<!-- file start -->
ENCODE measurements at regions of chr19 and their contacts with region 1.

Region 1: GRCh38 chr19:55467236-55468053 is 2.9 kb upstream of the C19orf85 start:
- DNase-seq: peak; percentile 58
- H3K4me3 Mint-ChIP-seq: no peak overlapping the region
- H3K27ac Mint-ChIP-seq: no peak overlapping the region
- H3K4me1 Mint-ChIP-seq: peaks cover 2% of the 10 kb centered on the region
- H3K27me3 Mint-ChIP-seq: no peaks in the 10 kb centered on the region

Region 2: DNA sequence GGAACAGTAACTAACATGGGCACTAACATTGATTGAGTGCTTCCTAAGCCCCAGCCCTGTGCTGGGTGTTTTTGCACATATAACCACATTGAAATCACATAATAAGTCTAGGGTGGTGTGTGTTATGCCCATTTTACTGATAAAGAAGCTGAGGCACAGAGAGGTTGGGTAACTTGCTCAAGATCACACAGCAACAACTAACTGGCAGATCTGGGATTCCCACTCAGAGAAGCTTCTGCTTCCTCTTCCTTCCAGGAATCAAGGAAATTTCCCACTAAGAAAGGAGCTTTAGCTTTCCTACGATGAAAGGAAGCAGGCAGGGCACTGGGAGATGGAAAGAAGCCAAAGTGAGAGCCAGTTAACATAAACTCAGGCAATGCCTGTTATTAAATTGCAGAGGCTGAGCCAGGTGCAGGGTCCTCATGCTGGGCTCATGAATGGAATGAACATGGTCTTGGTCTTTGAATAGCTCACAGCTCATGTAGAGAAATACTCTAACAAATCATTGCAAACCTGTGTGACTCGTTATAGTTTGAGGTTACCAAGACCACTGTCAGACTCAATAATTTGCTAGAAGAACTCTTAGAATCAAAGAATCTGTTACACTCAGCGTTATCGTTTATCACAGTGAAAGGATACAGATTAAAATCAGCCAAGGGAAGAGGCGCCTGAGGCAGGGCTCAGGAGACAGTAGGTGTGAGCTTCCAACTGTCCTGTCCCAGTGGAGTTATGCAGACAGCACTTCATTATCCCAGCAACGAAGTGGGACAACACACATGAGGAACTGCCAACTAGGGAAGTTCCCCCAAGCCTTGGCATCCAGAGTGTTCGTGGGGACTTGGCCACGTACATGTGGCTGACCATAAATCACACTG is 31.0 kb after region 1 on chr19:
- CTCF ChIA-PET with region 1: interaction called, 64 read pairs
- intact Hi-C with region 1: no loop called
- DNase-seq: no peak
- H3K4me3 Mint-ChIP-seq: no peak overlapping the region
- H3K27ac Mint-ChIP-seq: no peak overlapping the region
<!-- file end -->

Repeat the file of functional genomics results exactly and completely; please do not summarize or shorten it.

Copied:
ENCODE measurements at regions of chr19 and their contacts with region 1.

Region 1: GRCh38 chr19:55467236-55468053 is 2.9 kb upstream of the C19orf85 start:
- DNase-seq: peak; percentile 58
- H3K4me3 Mint-ChIP-seq: no peak overlapping the region
- H3K27ac Mint-ChIP-seq: no peak overlapping the region
- H3K4me1 Mint-ChIP-seq: peaks cover 2% of the 10 kb centered on the region
- H3K27me3 Mint-ChIP-seq: no peaks in the 10 kb centered on the region

Region 2: DNA sequence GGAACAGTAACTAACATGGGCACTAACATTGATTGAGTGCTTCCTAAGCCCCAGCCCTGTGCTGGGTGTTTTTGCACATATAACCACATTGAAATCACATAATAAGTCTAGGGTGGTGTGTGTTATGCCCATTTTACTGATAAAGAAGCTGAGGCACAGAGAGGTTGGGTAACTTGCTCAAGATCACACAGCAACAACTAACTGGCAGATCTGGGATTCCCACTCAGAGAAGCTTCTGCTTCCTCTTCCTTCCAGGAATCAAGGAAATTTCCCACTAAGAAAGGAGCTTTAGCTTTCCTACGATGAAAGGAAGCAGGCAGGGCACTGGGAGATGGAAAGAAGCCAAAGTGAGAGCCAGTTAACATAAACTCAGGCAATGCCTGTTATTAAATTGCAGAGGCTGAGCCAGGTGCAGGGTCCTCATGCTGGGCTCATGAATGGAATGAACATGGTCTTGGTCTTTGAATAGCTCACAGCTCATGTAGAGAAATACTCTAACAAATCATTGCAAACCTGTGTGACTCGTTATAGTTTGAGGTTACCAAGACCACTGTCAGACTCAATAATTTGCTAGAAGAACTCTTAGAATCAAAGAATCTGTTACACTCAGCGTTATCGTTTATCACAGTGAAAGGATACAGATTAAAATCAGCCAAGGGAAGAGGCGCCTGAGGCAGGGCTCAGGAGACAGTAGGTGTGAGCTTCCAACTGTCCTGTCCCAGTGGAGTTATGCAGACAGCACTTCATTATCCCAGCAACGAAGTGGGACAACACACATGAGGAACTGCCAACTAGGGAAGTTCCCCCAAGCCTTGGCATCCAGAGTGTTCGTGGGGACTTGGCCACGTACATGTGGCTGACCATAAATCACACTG is 31.0 kb after region 1 on chr19:
- CTCF ChIA-PET with region 1: interaction called, 64 read pairs
- intact Hi-C with region 1: no loop called
- DNase-seq: no peak
- H3K4me3 Mint-ChIP-seq: no peak overlapping the region
- H3K27ac Mint-ChIP-seq: no peak overlapping the region